Why is it that we dislike being “fearful”? Why do we allow it to hold us “hostage” in our lives? I am not writing about fear of “rational” things like poisonous snakes and matters of safety. More like, living small because of the “inner bully” in ourselves that wants to keep us small and protected by not living our soul’s calling with great joy. Often times our “inner critic” will try to serve us in ways that are not for our highest good. For example, when I began to train as a Life Coach, I knew that I was going to be doing work that I am passionate about, but I also was nervous about going “BIG” because I am an introvert. OK—an “extroverted” introvert to be more accurate.
Admitting raw and real stories about my past was the hardest thing for me to do, but yet, I do write and talk about them. I share with others about being sexually molested as a child, childhood/adult bullying, an alcoholic marriage, and landing in the Mental Health ward after dealing with two years of horrendous bullying for being a Veteran Affairs “Whistleblower”. As I wrote about these events in my book, there was a part of me that wanted to “hide” under the bed and not share these events with others. Part of me was fearful and it felt scary to be so authentic about these circumstances in my life. While these feelings were distressful and fearful to me, I received the message, “Yes, you can do this and you are going to help a lot of people by telling your story and how you overcame your own dis-empowerment”.
When I worked in the Midatlantic Consolidated Patient Accounting Center (MACPAC), which is a division of the Veteran Affairs in West Asheville, NC, I witnessed a lot of fearful people who were afraid to speak out about the nepotism (illegal hiring of family & friends) and other prohibited personnel actions that were going on in this VA agency. It made me sick to see the fear on these people’s faces and I knew that when I turned in the management of the MACPAC, that I would be paying a high price. I did it anyway. Yes—I was fearful, but in the large picture of that event, I knew that it was important to change the unfair hiring practices and expose the bullying that happened when conscientious “whistleblowers” like myself turn these illegal practices in to government agencies that handle these matters.
I could have done nothing and then everything would remain the same in my former job, within the MACPAC. While feeling scared and knowing so many people would turn against me, I turned in my management to the Office of Special Counsel in Washington D.C. and to the Equal Employment Opportunity Commission (EEOC) in Charlotte, NC. Why was I fearful? Because I turned in over 15 people for prohibited personnel actions and they ganged up on me very quickly. While being fearful, I still held them accountable and “settled” with the Veteran Affairs in March 2014, without a “gag order”. Often I get asked how I can tell my story when I settled with the Veteran Affairs. I can tell my story because I refused to sign a settlement with the VA that would keep me quiet. The VA attorneys finally agreed to this settlement, two days before the EEOC hearing. Moving through all of my fear made me a “victor” in the end.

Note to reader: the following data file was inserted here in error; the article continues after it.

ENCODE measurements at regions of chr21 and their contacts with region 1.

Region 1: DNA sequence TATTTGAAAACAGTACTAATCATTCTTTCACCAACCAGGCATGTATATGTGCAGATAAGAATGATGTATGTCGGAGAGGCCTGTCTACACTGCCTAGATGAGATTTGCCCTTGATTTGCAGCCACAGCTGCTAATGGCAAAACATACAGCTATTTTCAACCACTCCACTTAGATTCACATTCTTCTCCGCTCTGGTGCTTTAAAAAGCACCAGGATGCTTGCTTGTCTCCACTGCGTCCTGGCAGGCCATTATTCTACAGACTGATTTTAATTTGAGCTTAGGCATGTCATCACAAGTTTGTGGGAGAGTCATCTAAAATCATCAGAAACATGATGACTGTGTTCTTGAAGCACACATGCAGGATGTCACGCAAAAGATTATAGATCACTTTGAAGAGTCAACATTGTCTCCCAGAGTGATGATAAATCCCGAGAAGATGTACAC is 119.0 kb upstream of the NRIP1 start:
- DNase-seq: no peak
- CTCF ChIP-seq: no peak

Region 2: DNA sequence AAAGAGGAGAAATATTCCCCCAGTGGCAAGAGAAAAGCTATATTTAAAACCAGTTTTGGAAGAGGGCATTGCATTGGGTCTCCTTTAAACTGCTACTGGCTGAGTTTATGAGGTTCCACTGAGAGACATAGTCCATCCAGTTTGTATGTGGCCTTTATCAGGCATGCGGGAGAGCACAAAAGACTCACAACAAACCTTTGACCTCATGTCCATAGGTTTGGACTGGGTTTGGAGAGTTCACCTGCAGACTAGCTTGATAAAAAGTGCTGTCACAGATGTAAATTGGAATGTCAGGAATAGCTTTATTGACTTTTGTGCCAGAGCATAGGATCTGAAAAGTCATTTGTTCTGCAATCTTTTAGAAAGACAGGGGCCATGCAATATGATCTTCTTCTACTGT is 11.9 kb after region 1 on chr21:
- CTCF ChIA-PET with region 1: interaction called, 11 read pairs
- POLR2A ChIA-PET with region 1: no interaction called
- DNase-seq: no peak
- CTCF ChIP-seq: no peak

We are always going to feel “fear”. It is what we do with it that counts. We can stay stuck or we can move through it. How we deal with “fear” is important. Do we listen to our “inner critic” that says to play small, stay silent, stay hidden and don’t take chances? Or do we listen to our soul that says to keep moving through our “fears” and to follow our soul’s purpose for being on this earth? We get to choose how we deal with fear. The reason why fear is so important in our life is because we get to “play” bigger in our lives if we move through our fears. First, fear can inspire us to take positive action. Fear can push us to take the actions we need in our life and create wonderful opportunities. Second, we can become “liberated” when we move through our fears and accomplish worthy goals. It can push us out of our comfort zone and created a new life for us if we allow it to happen. Third, fear can build our confidence because when we do something positive that makes us fearful, it can make us stronger and more confident. So, anytime we are dealing with “fear”, consider what side of fear we want to be on— the “empowered” side or the “victim” side. For I am not letting the “inner critic” in my head win. I am heading to the Vancouver area to do a workshop on “Overcoming Fear” with my friend, Wendy McClelland on Sept 26th, 2015. I am hoping you will want to become more empowered and live the life you are supposed to live on this earth.
If you would like to learn more about “overcoming” your old “stories” and moving through fear, check out my book, “The Empowered Whistleblower: A Practical and Spiritual Path to Personal Power” at http://getbook.at/Dawn You can also get a complimentary copy of my first chapter at www.TheEmpoweredWhistleblower.com